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Rain Water Tank Filter

Discussion in 'Gear and Equipment' started by Oz-Brewer, 7/11/18.

 

  1. Oz-Brewer

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    Posted 7/11/18
  2. Company of one

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    Posted 8/11/18
    Hi Oz.
    I'm on tank water also, was once a city kid so when I moved to the country and on to tank water I hooked up my water supply to a Big Blue filter system.

    Like this: https://www.ebay.com.au/itm/5-Micro...e=STRK:MEBIDX:IT&_trksid=p2057872.m2749.l2648.

    I don't know if it is completely needed when brewing due to the wort being boiled but from the get go I couldn't get my head around birds crapping on the roof then drinking it.

    I have voted to use a filter.

    Cheers.
     
  3. altone

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    Posted 8/11/18
  4. Oz-Brewer

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    Posted 8/11/18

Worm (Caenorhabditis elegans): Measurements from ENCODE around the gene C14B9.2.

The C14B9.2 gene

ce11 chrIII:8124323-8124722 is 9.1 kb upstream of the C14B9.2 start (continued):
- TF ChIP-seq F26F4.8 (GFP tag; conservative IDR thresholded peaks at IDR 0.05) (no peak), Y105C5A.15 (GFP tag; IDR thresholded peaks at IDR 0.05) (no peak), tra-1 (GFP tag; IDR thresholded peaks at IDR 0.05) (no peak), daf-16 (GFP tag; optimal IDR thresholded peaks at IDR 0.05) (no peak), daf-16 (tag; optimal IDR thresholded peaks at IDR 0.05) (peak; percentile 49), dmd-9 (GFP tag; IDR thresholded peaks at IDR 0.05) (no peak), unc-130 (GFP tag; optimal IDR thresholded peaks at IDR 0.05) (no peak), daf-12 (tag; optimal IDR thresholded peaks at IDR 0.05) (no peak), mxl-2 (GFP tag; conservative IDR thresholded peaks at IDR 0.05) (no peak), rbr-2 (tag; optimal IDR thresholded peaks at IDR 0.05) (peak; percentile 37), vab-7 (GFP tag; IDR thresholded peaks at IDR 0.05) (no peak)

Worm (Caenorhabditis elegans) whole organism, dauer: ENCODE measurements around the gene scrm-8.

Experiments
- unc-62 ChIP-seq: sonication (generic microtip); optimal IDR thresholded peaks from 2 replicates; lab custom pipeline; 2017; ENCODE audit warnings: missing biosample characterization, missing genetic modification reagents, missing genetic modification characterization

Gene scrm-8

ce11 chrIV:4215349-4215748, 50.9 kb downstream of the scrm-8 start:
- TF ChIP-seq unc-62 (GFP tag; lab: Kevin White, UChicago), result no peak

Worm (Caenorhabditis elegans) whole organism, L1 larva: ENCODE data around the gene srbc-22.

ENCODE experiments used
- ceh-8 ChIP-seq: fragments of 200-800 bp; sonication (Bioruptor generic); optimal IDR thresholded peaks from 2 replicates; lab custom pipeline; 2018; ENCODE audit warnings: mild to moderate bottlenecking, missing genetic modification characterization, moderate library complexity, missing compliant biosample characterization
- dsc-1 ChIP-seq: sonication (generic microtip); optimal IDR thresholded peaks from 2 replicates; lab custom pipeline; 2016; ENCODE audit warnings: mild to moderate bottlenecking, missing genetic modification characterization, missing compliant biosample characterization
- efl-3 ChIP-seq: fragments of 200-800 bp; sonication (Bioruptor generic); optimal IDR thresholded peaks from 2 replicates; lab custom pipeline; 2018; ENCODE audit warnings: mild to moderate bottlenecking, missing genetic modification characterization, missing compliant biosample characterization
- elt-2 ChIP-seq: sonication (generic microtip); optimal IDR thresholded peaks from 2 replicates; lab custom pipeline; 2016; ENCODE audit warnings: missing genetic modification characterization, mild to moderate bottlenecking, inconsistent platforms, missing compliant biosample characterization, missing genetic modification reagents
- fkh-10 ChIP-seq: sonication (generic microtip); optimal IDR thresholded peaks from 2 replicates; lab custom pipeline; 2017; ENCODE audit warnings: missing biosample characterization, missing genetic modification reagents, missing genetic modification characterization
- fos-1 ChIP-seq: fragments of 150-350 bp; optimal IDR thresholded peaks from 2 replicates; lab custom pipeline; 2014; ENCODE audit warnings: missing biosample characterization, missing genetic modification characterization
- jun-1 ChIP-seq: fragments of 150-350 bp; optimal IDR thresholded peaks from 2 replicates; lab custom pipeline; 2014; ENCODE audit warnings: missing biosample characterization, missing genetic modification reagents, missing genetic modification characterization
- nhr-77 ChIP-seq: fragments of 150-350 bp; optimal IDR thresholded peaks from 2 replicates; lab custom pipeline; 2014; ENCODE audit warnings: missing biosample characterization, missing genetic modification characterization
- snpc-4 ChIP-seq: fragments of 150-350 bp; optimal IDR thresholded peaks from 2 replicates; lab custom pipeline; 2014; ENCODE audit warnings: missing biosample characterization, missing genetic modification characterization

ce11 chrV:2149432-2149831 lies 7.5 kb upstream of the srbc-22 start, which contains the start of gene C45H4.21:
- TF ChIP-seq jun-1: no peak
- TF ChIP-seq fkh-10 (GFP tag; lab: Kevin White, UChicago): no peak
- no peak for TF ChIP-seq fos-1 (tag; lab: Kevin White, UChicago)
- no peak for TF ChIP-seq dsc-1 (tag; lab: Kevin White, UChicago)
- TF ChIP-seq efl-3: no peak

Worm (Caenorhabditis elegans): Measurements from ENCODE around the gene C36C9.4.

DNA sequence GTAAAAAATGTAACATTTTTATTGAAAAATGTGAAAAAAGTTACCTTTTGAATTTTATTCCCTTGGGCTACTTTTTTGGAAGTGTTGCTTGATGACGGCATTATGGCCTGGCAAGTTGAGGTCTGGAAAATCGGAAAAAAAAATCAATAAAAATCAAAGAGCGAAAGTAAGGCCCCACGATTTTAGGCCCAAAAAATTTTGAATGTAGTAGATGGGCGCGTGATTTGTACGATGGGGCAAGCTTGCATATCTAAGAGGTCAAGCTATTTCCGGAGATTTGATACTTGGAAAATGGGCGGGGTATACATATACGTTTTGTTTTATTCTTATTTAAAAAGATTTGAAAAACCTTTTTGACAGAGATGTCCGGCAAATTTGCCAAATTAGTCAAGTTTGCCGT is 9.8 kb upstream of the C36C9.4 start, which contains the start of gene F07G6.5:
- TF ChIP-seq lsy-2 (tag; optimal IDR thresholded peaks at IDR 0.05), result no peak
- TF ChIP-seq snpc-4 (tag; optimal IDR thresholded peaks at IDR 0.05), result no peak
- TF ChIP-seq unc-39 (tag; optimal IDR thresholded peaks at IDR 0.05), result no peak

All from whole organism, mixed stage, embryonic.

Ok - So I've looked a little further and rang the company, think they have a call center fielding calls. Anyway, they did respond back with an email. They also suggested this system: https://waterfilterforfridge.com.au...block-and-5-micron-sediment-water-filter.html

    This new system they suggest is: "It is a sediment filter first – so it will take out all the dirt, rust, sediment, followed by Carbon filter – which improves taste and odour."

    So, I don't have any odour on the tank water that I can detect, and I've tried a small sample and no taste issues either.

    So the way I figure it, is that, I'm only really concerned with sediment, silt etc. The filter is 5 micron's which seems good, therefore I don't really need a second carbon filter, and not really up for paying $200.

    I think the first filter is good enough.